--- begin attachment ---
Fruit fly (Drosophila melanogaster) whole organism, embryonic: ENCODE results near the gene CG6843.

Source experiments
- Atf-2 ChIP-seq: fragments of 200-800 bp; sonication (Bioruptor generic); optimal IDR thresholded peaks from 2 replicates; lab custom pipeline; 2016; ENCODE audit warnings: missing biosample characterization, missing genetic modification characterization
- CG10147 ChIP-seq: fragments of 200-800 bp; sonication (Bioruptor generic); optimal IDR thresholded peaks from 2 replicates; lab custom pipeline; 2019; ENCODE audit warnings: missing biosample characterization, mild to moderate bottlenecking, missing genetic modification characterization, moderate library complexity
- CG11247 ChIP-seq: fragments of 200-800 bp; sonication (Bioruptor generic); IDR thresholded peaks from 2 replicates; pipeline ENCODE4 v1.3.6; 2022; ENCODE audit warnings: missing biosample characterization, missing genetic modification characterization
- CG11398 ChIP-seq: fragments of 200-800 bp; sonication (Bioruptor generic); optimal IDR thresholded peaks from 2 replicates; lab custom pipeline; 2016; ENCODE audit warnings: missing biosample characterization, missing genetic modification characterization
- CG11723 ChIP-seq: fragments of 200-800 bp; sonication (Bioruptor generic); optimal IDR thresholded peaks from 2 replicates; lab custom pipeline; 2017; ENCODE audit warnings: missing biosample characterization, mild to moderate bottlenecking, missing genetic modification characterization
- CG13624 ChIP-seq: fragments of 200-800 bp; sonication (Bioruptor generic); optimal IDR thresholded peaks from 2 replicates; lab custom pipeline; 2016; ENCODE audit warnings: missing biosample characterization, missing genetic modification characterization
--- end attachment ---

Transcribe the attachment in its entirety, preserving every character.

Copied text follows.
Fruit fly (Drosophila melanogaster) whole organism, embryonic: ENCODE results near the gene CG6843.

Source experiments
- Atf-2 ChIP-seq: fragments of 200-800 bp; sonication (Bioruptor generic); optimal IDR thresholded peaks from 2 replicates; lab custom pipeline; 2016; ENCODE audit warnings: missing biosample characterization, missing genetic modification characterization
- CG10147 ChIP-seq: fragments of 200-800 bp; sonication (Bioruptor generic); optimal IDR thresholded peaks from 2 replicates; lab custom pipeline; 2019; ENCODE audit warnings: missing biosample characterization, mild to moderate bottlenecking, missing genetic modification characterization, moderate library complexity
- CG11247 ChIP-seq: fragments of 200-800 bp; sonication (Bioruptor generic); IDR thresholded peaks from 2 replicates; pipeline ENCODE4 v1.3.6; 2022; ENCODE audit warnings: missing biosample characterization, missing genetic modification characterization
- CG11398 ChIP-seq: fragments of 200-800 bp; sonication (Bioruptor generic); optimal IDR thresholded peaks from 2 replicates; lab custom pipeline; 2016; ENCODE audit warnings: missing biosample characterization, missing genetic modification characterization
- CG11723 ChIP-seq: fragments of 200-800 bp; sonication (Bioruptor generic); optimal IDR thresholded peaks from 2 replicates; lab custom pipeline; 2017; ENCODE audit warnings: missing biosample characterization, mild to moderate bottlenecking, missing genetic modification characterization
- CG13624 ChIP-seq: fragments of 200-800 bp; sonication (Bioruptor generic); optimal IDR thresholded peaks from 2 replicates; lab custom pipeline; 2016; ENCODE audit warnings: missing biosample characterization, missing genetic modification characterization